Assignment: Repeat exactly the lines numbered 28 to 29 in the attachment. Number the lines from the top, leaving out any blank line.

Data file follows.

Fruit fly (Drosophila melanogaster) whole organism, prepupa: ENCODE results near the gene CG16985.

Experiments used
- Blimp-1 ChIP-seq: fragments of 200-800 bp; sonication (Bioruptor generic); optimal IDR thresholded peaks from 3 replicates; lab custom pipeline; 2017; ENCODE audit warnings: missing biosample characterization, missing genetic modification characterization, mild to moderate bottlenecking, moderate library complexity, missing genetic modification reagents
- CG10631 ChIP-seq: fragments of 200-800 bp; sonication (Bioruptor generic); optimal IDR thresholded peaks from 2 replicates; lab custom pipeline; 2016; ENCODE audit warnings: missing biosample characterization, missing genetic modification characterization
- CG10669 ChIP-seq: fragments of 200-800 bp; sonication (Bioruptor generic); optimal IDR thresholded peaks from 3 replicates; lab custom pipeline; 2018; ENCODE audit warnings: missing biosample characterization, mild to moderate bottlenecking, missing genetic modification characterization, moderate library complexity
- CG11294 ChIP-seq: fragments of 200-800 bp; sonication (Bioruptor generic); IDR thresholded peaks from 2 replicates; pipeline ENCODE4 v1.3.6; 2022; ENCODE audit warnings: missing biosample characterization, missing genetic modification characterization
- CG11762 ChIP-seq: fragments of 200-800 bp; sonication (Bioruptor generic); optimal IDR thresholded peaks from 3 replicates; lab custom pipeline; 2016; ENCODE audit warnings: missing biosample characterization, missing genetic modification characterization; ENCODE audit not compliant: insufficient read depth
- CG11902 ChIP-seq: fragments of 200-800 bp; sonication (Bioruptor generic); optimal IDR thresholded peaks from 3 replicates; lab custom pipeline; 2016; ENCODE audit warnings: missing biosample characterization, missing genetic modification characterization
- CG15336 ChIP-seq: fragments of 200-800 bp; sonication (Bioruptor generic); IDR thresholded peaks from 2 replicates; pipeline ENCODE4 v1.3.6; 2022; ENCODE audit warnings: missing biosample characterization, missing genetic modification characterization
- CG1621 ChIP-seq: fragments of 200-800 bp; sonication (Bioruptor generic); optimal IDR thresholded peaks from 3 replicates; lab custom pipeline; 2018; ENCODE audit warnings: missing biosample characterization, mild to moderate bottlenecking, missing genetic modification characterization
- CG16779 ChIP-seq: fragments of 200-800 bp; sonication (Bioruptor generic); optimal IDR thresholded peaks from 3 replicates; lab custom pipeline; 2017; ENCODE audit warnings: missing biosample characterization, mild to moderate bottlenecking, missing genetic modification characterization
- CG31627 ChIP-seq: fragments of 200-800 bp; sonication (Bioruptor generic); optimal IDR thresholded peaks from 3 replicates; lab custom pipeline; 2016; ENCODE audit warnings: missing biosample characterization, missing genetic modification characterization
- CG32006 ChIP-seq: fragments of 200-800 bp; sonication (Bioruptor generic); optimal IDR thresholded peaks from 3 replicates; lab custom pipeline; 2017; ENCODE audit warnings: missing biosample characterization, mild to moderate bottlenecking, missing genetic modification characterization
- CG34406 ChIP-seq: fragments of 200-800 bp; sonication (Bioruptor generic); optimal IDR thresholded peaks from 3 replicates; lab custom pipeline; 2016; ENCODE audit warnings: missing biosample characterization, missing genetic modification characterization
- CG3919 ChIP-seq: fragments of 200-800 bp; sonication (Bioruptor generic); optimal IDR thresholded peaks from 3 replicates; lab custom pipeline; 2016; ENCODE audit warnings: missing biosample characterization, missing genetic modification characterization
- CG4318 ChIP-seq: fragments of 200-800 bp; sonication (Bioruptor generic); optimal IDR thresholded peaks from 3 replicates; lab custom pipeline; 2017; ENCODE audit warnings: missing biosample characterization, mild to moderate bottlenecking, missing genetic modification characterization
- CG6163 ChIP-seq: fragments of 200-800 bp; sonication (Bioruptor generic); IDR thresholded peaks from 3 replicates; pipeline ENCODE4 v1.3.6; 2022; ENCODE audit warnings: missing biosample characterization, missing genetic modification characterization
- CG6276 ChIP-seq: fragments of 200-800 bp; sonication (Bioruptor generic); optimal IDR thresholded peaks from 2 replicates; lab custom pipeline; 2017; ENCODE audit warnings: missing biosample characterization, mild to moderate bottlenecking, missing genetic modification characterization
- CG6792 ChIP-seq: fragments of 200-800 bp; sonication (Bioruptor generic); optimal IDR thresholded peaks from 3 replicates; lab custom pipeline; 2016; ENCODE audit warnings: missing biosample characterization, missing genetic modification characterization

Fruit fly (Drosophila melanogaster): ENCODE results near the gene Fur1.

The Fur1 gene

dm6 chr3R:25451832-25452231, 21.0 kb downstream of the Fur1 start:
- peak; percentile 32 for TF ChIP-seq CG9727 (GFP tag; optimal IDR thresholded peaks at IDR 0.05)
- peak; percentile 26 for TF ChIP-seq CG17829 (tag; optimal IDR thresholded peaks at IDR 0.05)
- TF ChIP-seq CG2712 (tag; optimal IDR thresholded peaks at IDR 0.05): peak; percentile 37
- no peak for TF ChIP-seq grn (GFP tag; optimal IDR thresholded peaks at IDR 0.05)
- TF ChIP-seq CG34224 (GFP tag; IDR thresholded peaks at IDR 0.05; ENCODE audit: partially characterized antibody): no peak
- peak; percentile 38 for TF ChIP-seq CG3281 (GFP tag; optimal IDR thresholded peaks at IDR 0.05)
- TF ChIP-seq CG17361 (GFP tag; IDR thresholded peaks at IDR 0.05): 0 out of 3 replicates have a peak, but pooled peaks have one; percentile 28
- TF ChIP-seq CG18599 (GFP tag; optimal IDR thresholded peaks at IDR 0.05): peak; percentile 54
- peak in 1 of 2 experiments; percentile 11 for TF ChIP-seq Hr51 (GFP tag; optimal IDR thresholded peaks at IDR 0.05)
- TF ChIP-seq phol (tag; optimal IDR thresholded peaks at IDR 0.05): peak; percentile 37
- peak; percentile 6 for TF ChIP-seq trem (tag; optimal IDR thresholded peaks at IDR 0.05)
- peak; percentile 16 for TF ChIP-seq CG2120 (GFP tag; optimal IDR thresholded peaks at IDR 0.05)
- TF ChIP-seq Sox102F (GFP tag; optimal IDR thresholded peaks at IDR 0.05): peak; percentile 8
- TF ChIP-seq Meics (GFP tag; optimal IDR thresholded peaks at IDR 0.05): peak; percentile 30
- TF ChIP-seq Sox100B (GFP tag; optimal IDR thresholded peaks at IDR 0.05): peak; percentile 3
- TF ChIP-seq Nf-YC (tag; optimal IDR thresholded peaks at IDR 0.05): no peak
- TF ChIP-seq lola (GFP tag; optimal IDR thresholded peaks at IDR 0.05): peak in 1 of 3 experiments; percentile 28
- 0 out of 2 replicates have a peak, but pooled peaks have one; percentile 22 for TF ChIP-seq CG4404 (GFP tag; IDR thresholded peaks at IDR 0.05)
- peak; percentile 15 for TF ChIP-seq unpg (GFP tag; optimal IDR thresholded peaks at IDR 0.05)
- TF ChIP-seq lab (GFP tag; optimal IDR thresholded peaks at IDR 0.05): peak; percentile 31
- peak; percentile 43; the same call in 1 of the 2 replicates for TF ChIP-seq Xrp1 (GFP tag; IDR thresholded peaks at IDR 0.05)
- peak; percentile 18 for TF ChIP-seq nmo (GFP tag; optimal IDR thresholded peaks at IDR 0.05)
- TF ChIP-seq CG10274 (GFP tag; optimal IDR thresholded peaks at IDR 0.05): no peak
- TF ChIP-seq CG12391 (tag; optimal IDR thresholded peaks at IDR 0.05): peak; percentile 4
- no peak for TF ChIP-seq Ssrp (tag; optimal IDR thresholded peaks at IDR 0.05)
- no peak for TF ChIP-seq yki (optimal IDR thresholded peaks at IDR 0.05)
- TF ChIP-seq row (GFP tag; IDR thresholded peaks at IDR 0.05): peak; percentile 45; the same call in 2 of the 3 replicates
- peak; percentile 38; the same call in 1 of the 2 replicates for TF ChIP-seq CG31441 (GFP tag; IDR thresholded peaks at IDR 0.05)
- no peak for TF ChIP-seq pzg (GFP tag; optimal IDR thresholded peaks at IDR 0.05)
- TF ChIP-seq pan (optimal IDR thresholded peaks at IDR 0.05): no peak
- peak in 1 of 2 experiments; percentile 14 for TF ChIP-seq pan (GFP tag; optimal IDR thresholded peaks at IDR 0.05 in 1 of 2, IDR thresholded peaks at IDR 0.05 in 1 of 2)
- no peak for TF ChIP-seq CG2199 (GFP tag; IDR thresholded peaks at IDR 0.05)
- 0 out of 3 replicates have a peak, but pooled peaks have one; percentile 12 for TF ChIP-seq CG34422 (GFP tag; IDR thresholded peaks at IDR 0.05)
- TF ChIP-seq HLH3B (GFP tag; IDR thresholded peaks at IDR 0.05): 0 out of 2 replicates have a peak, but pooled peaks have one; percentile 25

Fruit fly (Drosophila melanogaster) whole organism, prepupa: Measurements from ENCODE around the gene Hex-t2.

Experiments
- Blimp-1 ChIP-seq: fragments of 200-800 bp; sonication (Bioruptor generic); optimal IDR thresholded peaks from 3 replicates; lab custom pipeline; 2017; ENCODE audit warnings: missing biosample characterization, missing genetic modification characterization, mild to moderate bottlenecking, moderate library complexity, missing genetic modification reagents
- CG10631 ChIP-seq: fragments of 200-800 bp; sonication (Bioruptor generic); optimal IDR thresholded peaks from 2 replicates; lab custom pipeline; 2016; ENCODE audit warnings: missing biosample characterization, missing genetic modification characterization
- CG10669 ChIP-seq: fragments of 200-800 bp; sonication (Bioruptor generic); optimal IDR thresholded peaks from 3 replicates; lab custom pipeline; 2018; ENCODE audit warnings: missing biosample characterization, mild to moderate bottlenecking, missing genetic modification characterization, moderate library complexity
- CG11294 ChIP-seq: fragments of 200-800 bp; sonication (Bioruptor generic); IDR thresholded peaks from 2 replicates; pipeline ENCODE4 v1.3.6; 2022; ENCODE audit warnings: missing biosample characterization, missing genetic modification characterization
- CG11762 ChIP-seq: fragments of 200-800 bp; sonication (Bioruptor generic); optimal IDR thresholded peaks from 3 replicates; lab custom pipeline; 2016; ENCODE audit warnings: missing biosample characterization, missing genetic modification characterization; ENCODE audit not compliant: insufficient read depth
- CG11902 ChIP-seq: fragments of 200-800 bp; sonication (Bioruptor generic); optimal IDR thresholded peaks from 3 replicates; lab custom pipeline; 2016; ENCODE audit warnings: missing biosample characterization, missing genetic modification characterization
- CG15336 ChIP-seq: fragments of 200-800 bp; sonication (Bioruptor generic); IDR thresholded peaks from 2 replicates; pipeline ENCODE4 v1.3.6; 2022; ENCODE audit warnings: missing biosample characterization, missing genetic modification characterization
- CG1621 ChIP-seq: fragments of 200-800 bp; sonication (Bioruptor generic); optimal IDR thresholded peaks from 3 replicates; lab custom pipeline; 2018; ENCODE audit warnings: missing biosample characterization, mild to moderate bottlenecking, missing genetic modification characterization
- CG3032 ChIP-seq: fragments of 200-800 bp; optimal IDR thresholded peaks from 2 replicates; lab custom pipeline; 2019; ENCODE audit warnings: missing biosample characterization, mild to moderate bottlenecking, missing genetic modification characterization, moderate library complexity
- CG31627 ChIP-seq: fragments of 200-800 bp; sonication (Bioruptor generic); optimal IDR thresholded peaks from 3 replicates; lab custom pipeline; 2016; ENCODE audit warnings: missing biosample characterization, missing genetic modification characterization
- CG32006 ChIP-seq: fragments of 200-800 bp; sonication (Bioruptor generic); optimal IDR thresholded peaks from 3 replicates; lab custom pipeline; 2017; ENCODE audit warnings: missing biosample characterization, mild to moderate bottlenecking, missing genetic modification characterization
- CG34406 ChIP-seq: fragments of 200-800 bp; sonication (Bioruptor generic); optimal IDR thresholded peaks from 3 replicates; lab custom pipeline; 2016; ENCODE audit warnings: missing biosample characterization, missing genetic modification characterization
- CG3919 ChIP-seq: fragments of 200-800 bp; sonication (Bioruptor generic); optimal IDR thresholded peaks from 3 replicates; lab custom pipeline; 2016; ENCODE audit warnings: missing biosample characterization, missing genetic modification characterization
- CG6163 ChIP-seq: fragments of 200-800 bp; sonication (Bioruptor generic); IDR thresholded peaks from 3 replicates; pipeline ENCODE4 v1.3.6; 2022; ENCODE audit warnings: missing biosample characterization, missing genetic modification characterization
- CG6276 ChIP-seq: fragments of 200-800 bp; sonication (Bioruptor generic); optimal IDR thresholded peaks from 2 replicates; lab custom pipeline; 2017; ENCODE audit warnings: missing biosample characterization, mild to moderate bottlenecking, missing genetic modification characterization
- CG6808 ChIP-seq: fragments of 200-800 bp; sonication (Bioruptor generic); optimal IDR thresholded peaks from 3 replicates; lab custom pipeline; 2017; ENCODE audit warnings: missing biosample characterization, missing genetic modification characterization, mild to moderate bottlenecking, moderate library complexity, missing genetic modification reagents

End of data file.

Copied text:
- peak; percentile 38 for TF ChIP-seq CG3281 (GFP tag; optimal IDR thresholded peaks at IDR 0.05)
- TF ChIP-seq CG17361 (GFP tag; IDR thresholded peaks at IDR 0.05): 0 out of 3 replicates have a peak, but pooled peaks have one; percentile 28